emptyDirVolume(mountPath: '/etc/mount1', memory: false),
    secretVolume(mountPath: '/etc/mount2', secretName: 'my-secret'),
    configMapVolume(mountPath: '/etc/mount3', configMapName: 'my-config'),
    hostPathVolume(mountPath: '/etc/mount4', hostPath: '/mnt/my-mount'),
    nfsVolume(mountPath: '/etc/mount5', serverAddress: '127.0.0.1', serverPath: '/', readOnly: true),
    persistentVolumeClaim(mountPath: '/etc/mount6', claimName: 'myClaim', readOnly: true)
],
imagePullSecrets: [ 'pull-secret' ],
annotations: [
    podAnnotation(key: "my-key", value: "my-value")
    ...
]) {
   ...
}

Declarative Pipeline

Declarative Pipeline support requires Jenkins 2.66+

Declarative agents can be defined from yaml

pipeline {
  agent {
    kubernetes {
      label 'mypod'
      defaultContainer 'jnlp'
      yaml """
apiVersion: v1
kind: Pod
metadata:
  labels:
    some-label: some-label-value
spec:
  containers:
  - name: maven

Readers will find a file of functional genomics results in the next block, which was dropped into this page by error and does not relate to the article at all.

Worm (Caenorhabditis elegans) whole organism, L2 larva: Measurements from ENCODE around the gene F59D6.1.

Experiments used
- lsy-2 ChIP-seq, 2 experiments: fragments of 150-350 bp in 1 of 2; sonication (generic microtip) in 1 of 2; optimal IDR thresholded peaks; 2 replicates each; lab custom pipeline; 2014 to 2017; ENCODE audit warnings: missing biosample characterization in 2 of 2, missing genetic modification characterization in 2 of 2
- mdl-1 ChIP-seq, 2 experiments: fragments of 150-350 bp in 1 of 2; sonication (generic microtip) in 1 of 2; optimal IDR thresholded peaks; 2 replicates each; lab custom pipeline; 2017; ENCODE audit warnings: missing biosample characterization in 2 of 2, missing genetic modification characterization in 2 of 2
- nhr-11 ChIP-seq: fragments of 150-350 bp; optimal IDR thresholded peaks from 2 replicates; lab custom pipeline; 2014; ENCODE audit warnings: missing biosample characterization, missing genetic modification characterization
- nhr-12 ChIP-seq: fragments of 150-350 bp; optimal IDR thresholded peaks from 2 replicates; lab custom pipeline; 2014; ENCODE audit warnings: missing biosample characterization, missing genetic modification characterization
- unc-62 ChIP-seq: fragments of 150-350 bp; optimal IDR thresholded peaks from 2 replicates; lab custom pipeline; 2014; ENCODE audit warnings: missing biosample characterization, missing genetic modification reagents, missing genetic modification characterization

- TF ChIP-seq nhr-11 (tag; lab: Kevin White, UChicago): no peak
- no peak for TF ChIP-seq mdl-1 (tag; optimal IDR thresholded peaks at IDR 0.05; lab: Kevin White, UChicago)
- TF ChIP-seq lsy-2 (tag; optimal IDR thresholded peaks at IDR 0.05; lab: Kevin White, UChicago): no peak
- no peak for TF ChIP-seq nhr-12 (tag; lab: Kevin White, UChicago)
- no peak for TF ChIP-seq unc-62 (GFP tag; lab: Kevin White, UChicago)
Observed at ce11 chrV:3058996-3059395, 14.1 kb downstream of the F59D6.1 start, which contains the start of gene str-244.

image: maven:alpine
    command:
    - cat
    tty: true
  - name: busybox
    image: busybox
    command:
    - cat
    tty: true
"""
    }
  }
  stages {
    stage('Run maven') {
      steps {
        container('maven') {
          sh 'mvn -version'
        }
        container('busybox') {
          sh '/bin/busybox'
        }
      }
    }
  }
}

or using yamlFile to keep the pod template in a separate KubernetesPod.yaml file

pipeline {
  agent {
    kubernetes {
      label 'mypod'
      defaultContainer 'jnlp'
      yamlFile 'KubernetesPod.yaml'
    }
  }
  stages {
      ...
  }
}

Note that it was previously possible to define containerTemplate but that has been deprecated in favor of the yaml format.

pipeline {
  agent {
    kubernetes {
      //cloud 'kubernetes'
      label 'mypod'
      containerTemplate {
        name 'maven'
        image 'maven:3.3.9-jdk-8-alpine'
        ttyEnabled true
        command 'cat'
      }
    }
  }
  stages { ... }
}

Accessing container logs from the pipeline

If you use the containerTemplate to run some service in the background (e.g. a database for your integration tests), you might want to access its log from the pipeline. This can be done with the containerLog step, which prints the log of the requested container to the build log.